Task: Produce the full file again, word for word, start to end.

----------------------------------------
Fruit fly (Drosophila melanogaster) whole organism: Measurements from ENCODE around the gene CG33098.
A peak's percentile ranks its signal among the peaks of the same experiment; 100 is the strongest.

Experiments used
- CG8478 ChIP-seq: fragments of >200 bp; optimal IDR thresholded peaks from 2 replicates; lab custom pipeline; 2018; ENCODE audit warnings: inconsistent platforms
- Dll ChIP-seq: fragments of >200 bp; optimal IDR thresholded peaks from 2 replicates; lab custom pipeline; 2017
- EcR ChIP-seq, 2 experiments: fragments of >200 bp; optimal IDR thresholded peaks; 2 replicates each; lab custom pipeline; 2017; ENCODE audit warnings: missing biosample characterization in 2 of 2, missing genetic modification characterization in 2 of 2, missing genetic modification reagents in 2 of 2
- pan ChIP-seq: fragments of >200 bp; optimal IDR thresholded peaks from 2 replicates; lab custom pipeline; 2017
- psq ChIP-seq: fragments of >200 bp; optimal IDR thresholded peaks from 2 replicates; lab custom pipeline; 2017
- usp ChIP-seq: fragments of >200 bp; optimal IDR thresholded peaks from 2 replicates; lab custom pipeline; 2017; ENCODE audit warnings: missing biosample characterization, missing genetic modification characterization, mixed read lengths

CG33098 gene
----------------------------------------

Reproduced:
Fruit fly (Drosophila melanogaster) whole organism: Measurements from ENCODE around the gene CG33098.
A peak's percentile ranks its signal among the peaks of the same experiment; 100 is the strongest.

Experiments used
- CG8478 ChIP-seq: fragments of >200 bp; optimal IDR thresholded peaks from 2 replicates; lab custom pipeline; 2018; ENCODE audit warnings: inconsistent platforms
- Dll ChIP-seq: fragments of >200 bp; optimal IDR thresholded peaks from 2 replicates; lab custom pipeline; 2017
- EcR ChIP-seq, 2 experiments: fragments of >200 bp; optimal IDR thresholded peaks; 2 replicates each; lab custom pipeline; 2017; ENCODE audit warnings: missing biosample characterization in 2 of 2, missing genetic modification characterization in 2 of 2, missing genetic modification reagents in 2 of 2
- pan ChIP-seq: fragments of >200 bp; optimal IDR thresholded peaks from 2 replicates; lab custom pipeline; 2017
- psq ChIP-seq: fragments of >200 bp; optimal IDR thresholded peaks from 2 replicates; lab custom pipeline; 2017
- usp ChIP-seq: fragments of >200 bp; optimal IDR thresholded peaks from 2 replicates; lab custom pipeline; 2017; ENCODE audit warnings: missing biosample characterization, missing genetic modification characterization, mixed read lengths

CG33098 gene